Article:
My story of playing the mandolin

by Jack Shore

I took a year off night school in 1952 and did three things, i.e. joined a gymnastic club and a badminton club, and learned a musical instrument which happened to be a tenor banjo. When I heard my music teacher, Walter Smith, a Maori, play mandolin, I said to myself, "Why didn't I learn the mandolin it sounded so nice."

Many years later, whenever any mandolin music came on the radio, I pointed this out to the family. When our two sons, Keith and Colin, then aged 9 and 7.5, said they wanted to learn music, Keith chose guitar and Colin, without any prompting from me, chose mandolin, which pleased me immensely.

I noticed in the Western Leader (a suburban newspaper) that a Mrs Doris Flameling taught both guitar and mandolin, so after school, my wife Beth would take our sons for lessons. It wasn't long before they were members of her small orchestra consisting mostly of her pupils.

Eventually, my sons let it drop to Doris that I had once played the tenor banjo and she was round to see me to join the orchestra. At that time, I was preparing the right-of-way to be concreted. Despite the fact that I had not played the banjo for 10 years made no difference to Doris, so I said that I would join after completing the right-of-way. She gave me the music in advance (I played the mandola part), but on the first practice, I couldn't keep up with the children!! On that same Saturday morning, another man my age joined (Bruce Ogg) who played second mandolin, and he had been taught to play the guitar by Walter Smith in the 1940's. Our younger daughter, Diane, (then aged 8) also played percussion for several pieces.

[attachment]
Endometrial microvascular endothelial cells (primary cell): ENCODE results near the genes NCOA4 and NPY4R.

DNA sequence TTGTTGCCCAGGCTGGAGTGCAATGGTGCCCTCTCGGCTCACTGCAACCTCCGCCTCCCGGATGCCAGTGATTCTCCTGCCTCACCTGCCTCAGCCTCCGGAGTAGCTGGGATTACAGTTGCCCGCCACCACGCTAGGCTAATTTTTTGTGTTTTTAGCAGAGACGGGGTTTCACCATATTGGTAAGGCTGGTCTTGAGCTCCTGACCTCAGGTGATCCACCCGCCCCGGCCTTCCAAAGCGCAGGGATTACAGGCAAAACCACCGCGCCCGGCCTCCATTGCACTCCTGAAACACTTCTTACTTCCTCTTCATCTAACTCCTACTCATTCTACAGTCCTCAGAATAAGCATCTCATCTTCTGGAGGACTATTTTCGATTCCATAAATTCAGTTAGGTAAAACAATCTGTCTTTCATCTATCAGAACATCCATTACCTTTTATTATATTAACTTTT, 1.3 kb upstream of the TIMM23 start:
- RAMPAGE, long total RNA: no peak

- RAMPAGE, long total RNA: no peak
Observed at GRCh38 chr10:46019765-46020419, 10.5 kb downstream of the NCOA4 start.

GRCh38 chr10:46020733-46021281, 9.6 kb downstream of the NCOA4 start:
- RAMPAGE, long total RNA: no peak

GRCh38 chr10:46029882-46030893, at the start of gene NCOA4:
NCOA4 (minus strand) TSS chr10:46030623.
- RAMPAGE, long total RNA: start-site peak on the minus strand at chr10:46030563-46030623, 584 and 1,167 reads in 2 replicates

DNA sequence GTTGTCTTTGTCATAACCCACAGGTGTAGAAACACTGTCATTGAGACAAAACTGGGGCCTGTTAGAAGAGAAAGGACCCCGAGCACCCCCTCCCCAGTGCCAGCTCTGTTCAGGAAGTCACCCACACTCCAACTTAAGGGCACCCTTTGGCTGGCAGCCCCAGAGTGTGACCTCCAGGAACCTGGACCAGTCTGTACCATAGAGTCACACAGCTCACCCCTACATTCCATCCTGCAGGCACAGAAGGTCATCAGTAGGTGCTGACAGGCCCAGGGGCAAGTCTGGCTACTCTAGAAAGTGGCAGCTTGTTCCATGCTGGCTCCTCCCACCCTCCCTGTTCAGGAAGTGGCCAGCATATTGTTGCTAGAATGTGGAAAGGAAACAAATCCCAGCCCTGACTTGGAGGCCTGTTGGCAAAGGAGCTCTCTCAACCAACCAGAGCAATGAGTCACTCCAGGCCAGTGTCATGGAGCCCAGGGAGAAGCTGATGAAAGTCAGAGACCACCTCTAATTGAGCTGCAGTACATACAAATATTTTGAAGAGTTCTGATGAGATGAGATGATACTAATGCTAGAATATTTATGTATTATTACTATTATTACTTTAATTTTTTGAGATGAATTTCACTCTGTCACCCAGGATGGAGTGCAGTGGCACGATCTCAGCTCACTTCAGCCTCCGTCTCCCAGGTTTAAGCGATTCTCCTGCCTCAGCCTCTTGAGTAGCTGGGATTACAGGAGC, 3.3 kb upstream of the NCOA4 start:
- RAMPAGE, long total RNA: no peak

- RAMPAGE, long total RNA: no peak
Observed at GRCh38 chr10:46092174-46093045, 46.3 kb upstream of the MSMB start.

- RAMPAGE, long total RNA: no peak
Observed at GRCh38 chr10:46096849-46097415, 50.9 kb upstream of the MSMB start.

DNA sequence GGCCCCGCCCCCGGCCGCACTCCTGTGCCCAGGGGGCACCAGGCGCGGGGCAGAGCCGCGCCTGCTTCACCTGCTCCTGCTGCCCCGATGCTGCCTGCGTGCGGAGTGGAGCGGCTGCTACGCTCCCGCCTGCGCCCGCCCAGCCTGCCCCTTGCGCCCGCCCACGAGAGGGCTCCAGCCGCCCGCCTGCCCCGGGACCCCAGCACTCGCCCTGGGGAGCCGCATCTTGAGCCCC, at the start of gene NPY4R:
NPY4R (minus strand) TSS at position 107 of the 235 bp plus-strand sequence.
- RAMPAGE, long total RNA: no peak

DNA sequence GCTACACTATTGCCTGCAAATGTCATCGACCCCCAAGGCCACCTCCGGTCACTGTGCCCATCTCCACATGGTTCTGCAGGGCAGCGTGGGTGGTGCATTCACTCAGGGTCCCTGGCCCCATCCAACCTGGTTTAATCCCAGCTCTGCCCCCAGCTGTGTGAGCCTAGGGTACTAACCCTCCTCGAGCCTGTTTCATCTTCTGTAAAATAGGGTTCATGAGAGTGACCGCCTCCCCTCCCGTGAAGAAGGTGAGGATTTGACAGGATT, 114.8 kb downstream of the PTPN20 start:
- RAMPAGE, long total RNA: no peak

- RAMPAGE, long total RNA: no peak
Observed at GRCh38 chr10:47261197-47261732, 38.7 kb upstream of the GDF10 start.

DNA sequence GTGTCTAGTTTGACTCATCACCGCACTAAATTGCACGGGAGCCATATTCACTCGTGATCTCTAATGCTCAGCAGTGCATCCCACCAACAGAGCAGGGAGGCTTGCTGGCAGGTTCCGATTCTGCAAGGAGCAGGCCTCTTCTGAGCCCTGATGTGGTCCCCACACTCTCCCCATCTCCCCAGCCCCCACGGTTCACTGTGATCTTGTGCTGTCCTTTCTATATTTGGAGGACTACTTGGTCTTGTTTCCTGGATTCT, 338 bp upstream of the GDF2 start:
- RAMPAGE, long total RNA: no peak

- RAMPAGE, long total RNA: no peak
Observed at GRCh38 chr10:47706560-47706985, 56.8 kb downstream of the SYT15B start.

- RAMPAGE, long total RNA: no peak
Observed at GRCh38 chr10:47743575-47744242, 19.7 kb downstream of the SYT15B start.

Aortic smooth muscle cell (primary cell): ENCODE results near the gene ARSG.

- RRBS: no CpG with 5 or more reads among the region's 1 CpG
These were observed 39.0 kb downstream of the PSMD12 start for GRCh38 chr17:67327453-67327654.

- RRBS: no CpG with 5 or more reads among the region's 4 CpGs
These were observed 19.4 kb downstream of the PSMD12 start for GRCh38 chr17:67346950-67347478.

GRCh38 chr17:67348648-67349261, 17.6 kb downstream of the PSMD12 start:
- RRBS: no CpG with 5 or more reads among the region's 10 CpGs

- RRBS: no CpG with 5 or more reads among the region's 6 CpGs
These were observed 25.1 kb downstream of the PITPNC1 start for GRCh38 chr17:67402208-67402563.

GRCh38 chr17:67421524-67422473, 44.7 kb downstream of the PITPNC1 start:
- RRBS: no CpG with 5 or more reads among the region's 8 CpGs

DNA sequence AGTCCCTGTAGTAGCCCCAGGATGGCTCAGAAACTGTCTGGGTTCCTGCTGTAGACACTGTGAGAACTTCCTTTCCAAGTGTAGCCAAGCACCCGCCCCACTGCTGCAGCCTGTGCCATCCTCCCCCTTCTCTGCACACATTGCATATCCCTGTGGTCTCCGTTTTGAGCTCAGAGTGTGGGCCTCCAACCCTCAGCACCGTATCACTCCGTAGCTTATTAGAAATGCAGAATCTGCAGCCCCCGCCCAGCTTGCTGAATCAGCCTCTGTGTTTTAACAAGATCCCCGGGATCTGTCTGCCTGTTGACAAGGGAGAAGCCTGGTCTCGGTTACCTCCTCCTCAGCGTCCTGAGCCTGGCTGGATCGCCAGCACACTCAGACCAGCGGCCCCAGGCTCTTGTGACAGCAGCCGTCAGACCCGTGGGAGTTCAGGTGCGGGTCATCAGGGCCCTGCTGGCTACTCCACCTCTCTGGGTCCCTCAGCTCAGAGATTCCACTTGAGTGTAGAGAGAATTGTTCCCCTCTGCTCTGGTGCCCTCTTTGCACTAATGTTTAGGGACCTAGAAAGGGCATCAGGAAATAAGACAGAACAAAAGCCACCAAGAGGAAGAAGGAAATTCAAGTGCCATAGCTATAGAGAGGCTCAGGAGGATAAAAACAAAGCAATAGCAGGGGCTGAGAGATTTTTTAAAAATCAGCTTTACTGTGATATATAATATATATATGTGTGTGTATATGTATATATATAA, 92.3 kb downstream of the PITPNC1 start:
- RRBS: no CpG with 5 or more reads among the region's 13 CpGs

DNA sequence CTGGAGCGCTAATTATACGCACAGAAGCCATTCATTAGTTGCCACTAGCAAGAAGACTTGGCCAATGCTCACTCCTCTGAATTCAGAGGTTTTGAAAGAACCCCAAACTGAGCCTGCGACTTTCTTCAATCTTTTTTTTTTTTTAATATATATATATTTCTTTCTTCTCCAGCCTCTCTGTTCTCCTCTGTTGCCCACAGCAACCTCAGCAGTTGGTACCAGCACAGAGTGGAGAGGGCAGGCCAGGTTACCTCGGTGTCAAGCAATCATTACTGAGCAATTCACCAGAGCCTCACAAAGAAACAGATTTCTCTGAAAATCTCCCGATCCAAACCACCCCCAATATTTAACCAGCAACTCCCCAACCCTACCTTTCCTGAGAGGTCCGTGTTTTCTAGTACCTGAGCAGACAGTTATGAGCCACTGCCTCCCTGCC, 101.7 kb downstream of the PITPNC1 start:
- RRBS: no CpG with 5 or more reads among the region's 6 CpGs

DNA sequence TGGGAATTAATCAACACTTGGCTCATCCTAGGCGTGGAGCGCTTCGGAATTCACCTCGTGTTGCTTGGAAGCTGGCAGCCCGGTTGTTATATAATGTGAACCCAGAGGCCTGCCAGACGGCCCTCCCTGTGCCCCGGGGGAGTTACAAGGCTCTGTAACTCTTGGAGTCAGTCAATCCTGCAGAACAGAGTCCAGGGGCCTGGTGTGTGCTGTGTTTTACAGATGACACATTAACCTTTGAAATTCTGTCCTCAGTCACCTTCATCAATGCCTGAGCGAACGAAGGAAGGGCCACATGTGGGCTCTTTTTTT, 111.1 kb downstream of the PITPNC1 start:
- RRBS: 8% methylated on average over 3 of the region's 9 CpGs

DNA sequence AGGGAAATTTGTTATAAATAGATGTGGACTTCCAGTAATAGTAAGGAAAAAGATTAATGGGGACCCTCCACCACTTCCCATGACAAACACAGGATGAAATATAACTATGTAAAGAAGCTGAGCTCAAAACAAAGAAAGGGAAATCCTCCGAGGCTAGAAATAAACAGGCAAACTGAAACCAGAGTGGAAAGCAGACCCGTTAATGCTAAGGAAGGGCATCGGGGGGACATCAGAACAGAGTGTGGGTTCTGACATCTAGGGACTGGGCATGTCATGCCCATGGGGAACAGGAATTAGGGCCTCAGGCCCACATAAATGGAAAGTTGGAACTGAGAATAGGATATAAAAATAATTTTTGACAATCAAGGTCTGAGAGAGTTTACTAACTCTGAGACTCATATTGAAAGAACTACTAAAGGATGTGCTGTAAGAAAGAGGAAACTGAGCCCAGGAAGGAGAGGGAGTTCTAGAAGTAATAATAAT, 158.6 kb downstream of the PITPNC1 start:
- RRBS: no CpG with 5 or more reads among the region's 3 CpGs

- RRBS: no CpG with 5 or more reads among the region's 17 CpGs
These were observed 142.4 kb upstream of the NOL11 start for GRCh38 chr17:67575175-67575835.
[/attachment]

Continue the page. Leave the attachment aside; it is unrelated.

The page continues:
The orchestra practices changed to a Friday night and when Keith and Colin were in their mid teens, they left the orchestra to join the church youth club. I played on for a couple of years and resigned at the end of 1976. In 1986, I went to hear the Orchestra play at a concert in Henderson and was very impressed by their standard and also that the vast majority of players were adults. Isabel Briggs was their conductor, and later I asked her if I could join the orchestra again. Her answer was polite and to the point, "I'm sorry Jack, you can't come back with your banjo!". They had three mandola players, John Flameling, Lynne (Cottrell) Flameling. At this concert, the late Julie Webb played the bouziki for the first time for one of the pieces. Also present at that concert was Ted Smith who had played in the orchestra in earlier years and he subsequently rejoined. So that was the finish of me returning to the orchestra so I thought.

Several years later, while shopping in Green Bay with Beth, there was a notice in one of the shop windows 'Mandolin Teacher ph--- I said to Beth, "Look at that!!" and copied the name and phone number and with a borrowed mandolin, had lessons after work by Mario Bertora, an Italian and in 1990 rejoined the orchestra.

After a few years, Lynne wanted to play first mandolin and I moved to the mandola section. The orchestra has taken me (and Beth) to many places in the North Island, Dunedin, Perth, Brisbane and Sydney. It has been a very enjoyable time playing with the orchestra for 20 years of my retirement.


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